The Journal of Extension - www.joe.org

August 2017 // Volume 55 // Number 4 // Tools of the Trade // 4TOT5

Using Proprietary Databases to Overcome Data Suppression in Industry Cluster Analysis

Abstract
Extension agents are frequently tasked with determining industry clusters that exist in a region to support economic development. However, data suppression issues recurrently prohibit a comprehensive understanding of heavily concentrated firms in a region, particularly in rural areas. This article discusses the use of North American Industry Classification System codes within the LexisNexis Academic database as a technique for locating data about specific firms and analyzing regional industry clusters. This approach provides a practical and cost-efficient method for Extension agents and other researchers and practitioners to identify clusters and gather firm information in small geographies throughout the United States.


Gilbert Michaud
Adjunct Assistant Professor
michaudg@ohio.edu

G. Jason Jolley
Assistant Professor
jolleyg1@ohio.edu

Voinovich School of Leadership and Public Affairs
Ohio University
Athens, Ohio

Introduction

Economic development researchers and Extension agents play an important role in helping communities understand their local economies, particularly when assessing regional strengths to develop jobs and community wealth (Blaine, Bowen-Ellzey, & Davis, 2011). For instance, business attraction efforts have often focused on the local competitive advantages created by large networks of interconnected organizations within a particular industry (Kuah, 2002). This strategy, known as cluster analysis, may help drive job creation, diversification, and overall economic growth (Boari, 2001; Feser, 2009; Matoon & Wang, 2014).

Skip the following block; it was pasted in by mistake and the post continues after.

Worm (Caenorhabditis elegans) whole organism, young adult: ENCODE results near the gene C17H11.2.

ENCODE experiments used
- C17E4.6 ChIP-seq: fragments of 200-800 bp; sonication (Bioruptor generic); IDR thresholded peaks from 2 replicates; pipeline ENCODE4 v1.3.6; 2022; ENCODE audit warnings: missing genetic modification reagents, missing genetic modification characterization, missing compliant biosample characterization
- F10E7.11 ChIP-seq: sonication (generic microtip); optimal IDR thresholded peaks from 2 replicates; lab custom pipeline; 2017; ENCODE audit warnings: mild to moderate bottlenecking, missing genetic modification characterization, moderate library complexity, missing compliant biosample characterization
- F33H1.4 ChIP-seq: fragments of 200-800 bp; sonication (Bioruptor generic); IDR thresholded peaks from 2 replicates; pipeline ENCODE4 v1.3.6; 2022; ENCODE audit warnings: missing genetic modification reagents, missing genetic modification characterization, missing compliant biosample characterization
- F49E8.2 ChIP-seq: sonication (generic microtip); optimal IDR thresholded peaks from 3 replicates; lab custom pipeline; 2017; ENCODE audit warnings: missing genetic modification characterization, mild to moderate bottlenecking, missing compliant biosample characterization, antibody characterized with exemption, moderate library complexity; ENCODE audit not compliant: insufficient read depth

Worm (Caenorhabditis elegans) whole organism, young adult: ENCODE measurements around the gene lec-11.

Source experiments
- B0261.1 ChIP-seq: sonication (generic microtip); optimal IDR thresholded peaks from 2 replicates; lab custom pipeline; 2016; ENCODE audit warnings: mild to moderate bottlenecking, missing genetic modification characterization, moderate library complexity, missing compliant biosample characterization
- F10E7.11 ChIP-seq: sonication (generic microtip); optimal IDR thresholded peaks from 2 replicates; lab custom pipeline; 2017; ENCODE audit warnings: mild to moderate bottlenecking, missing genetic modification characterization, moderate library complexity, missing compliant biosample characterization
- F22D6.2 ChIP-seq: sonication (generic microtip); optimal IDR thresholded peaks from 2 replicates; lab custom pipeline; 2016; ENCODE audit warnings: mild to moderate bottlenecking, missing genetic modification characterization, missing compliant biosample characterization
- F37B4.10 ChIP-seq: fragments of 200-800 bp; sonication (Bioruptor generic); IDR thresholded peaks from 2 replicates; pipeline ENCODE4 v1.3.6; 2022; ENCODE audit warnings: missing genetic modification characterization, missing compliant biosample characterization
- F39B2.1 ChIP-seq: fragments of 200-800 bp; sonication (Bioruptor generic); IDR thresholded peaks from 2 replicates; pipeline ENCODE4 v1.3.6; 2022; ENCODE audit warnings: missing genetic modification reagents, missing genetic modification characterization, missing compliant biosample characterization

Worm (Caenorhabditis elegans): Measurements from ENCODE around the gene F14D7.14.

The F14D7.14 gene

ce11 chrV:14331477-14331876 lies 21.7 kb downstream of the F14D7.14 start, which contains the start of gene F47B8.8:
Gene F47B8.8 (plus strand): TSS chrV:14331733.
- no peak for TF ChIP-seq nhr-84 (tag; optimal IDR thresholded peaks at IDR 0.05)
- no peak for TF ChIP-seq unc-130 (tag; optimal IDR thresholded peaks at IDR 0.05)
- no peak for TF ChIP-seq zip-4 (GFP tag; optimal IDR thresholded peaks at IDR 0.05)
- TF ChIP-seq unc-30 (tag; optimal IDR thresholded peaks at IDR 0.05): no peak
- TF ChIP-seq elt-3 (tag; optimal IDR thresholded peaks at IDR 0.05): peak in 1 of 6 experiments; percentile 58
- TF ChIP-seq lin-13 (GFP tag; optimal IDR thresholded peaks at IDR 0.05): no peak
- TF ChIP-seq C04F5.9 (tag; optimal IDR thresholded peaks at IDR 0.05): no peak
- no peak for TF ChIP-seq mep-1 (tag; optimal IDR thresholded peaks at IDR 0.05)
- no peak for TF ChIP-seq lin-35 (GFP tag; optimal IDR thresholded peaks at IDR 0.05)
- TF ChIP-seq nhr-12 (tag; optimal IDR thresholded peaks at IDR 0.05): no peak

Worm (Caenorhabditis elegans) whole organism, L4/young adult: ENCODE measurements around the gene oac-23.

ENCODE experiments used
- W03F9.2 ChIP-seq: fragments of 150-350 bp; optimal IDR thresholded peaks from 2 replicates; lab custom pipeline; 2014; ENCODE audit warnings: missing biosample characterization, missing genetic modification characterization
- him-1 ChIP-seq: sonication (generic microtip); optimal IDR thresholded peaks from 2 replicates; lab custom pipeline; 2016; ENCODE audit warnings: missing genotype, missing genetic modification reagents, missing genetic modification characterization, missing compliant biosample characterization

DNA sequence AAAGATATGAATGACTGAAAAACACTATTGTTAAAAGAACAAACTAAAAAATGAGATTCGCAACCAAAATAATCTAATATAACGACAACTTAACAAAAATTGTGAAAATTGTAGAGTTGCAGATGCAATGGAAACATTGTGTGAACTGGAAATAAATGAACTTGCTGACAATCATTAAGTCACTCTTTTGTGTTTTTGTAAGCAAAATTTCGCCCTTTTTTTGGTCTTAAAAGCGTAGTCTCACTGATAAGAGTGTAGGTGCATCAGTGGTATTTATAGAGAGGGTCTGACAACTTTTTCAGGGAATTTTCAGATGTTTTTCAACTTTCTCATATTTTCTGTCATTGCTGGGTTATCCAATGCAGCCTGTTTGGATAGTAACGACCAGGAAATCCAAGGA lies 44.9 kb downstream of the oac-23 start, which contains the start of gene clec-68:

Nevertheless, there remain several limitations surrounding the identification of firms in a particular industry, especially in rural areas, where Extension agents are likely to work. In this article, we discuss the concept of industry clusters and then describe some of the key data issues, including suppression, in identifying these clusters. We describe the use of proprietary databases, specifically LexisNexis Academic, as a means of mitigating such suppression issues, using Ohio's plastics industry as an example.

The plastics industry in Ohio is a useful example due to the recent boom in natural gas extraction from the Marcellus and Utica shale plays in the southern and eastern parts of the state (Ohio Department of Natural Resources Division of Geological Survey, 2016). By-products of natural gas extraction are important inputs for supporting mid- and downstream processing and manufacturing opportunities in the plastics industry, thus representing an emerging and intriguing regional cluster.

Data Suppression in Industry Cluster Analysis

Industry clusters are "geographic concentrations of interconnected companies and institutions in a particular field" (Porter, 1998, p. 78) that are "linked by similar needs such as production inputs, specialized labor, and technology" (Hagadone & Grala, 2012, p. 16). Put another way, industry clusters represent a geographic concentration of interrelated businesses, vendors, service providers, academic institutions, and other affiliated organizations surrounding a specific industry (Feser & Bergman, 2000; Morgan, 2007; Slaper & Ortuzar, 2015). Industry clusters are often identified through the use of the North American Industry Classification System (NAICS), which is "the standard used by Federal statistical agencies in classifying business establishments" (U.S. Census Bureau, 2017, para. 1).

All U.S. businesses are associated with a NAICS code (Mulangu & Clark, 2012). This classification system operates in a hierarchical manner, ranging from 2- through 6-digit codes that represent progressively narrower categories. Higher level codes (i.e., 2-digit) are less likely to be associated with suppression issues as these codes represent the broadest level sector (e.g., NAICS 32: Manufacturing) and, thus, inherently capture the largest number of firms. The 3- and 4-digit NAICS codes represent subsectors and industry groups, respectively, and circumstantially suffer from suppression issues. Logically, 6-digit NAICS codes are the most likely to be associated with suppression as a larger number of establishments are included in this classification (e.g., NAICS 326160: Plastics Bottle Manufacturing).